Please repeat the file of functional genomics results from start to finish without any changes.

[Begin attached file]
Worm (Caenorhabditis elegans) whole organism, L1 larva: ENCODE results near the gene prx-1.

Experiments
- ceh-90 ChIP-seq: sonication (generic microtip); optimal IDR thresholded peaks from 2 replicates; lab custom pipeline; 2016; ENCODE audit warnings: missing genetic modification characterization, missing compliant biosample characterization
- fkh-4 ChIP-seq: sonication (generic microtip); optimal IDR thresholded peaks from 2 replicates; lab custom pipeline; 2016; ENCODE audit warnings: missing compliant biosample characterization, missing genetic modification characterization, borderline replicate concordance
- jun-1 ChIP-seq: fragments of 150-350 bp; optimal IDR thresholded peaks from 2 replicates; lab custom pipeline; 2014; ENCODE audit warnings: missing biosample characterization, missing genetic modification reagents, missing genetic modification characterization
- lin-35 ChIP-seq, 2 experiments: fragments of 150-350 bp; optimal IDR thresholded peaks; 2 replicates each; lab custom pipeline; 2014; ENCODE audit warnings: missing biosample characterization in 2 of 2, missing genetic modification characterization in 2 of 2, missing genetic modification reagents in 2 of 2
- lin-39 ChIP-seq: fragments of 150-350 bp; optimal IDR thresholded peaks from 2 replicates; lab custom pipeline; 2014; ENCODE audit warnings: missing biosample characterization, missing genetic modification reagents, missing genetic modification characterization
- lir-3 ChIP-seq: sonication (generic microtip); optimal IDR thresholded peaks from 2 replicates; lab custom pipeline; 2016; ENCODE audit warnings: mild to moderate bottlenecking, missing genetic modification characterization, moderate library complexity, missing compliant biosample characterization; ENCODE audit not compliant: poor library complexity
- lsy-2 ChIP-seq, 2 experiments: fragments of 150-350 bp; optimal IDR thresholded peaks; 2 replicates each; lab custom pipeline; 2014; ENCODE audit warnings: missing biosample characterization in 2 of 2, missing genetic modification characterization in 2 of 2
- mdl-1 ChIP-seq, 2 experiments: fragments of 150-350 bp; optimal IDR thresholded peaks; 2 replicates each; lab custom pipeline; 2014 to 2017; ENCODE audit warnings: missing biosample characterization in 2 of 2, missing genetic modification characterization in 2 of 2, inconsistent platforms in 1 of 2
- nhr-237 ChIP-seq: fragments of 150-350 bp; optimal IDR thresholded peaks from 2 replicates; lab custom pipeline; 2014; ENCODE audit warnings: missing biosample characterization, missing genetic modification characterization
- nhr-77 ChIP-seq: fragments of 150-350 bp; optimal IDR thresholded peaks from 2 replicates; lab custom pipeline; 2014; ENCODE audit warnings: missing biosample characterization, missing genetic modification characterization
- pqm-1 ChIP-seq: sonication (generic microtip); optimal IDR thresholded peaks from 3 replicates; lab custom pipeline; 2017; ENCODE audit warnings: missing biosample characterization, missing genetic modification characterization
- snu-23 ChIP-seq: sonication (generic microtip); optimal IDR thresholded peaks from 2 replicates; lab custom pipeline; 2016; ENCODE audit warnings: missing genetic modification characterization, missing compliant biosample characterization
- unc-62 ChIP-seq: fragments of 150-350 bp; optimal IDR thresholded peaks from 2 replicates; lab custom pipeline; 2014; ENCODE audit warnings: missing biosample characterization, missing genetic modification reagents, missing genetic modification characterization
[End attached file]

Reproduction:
Worm (Caenorhabditis elegans) whole organism, L1 larva: ENCODE results near the gene prx-1.

Experiments
- ceh-90 ChIP-seq: sonication (generic microtip); optimal IDR thresholded peaks from 2 replicates; lab custom pipeline; 2016; ENCODE audit warnings: missing genetic modification characterization, missing compliant biosample characterization
- fkh-4 ChIP-seq: sonication (generic microtip); optimal IDR thresholded peaks from 2 replicates; lab custom pipeline; 2016; ENCODE audit warnings: missing compliant biosample characterization, missing genetic modification characterization, borderline replicate concordance
- jun-1 ChIP-seq: fragments of 150-350 bp; optimal IDR thresholded peaks from 2 replicates; lab custom pipeline; 2014; ENCODE audit warnings: missing biosample characterization, missing genetic modification reagents, missing genetic modification characterization
- lin-35 ChIP-seq, 2 experiments: fragments of 150-350 bp; optimal IDR thresholded peaks; 2 replicates each; lab custom pipeline; 2014; ENCODE audit warnings: missing biosample characterization in 2 of 2, missing genetic modification characterization in 2 of 2, missing genetic modification reagents in 2 of 2
- lin-39 ChIP-seq: fragments of 150-350 bp; optimal IDR thresholded peaks from 2 replicates; lab custom pipeline; 2014; ENCODE audit warnings: missing biosample characterization, missing genetic modification reagents, missing genetic modification characterization
- lir-3 ChIP-seq: sonication (generic microtip); optimal IDR thresholded peaks from 2 replicates; lab custom pipeline; 2016; ENCODE audit warnings: mild to moderate bottlenecking, missing genetic modification characterization, moderate library complexity, missing compliant biosample characterization; ENCODE audit not compliant: poor library complexity
- lsy-2 ChIP-seq, 2 experiments: fragments of 150-350 bp; optimal IDR thresholded peaks; 2 replicates each; lab custom pipeline; 2014; ENCODE audit warnings: missing biosample characterization in 2 of 2, missing genetic modification characterization in 2 of 2
- mdl-1 ChIP-seq, 2 experiments: fragments of 150-350 bp; optimal IDR thresholded peaks; 2 replicates each; lab custom pipeline; 2014 to 2017; ENCODE audit warnings: missing biosample characterization in 2 of 2, missing genetic modification characterization in 2 of 2, inconsistent platforms in 1 of 2
- nhr-237 ChIP-seq: fragments of 150-350 bp; optimal IDR thresholded peaks from 2 replicates; lab custom pipeline; 2014; ENCODE audit warnings: missing biosample characterization, missing genetic modification characterization
- nhr-77 ChIP-seq: fragments of 150-350 bp; optimal IDR thresholded peaks from 2 replicates; lab custom pipeline; 2014; ENCODE audit warnings: missing biosample characterization, missing genetic modification characterization
- pqm-1 ChIP-seq: sonication (generic microtip); optimal IDR thresholded peaks from 3 replicates; lab custom pipeline; 2017; ENCODE audit warnings: missing biosample characterization, missing genetic modification characterization
- snu-23 ChIP-seq: sonication (generic microtip); optimal IDR thresholded peaks from 2 replicates; lab custom pipeline; 2016; ENCODE audit warnings: missing genetic modification characterization, missing compliant biosample characterization
- unc-62 ChIP-seq: fragments of 150-350 bp; optimal IDR thresholded peaks from 2 replicates; lab custom pipeline; 2014; ENCODE audit warnings: missing biosample characterization, missing genetic modification reagents, missing genetic modification characterization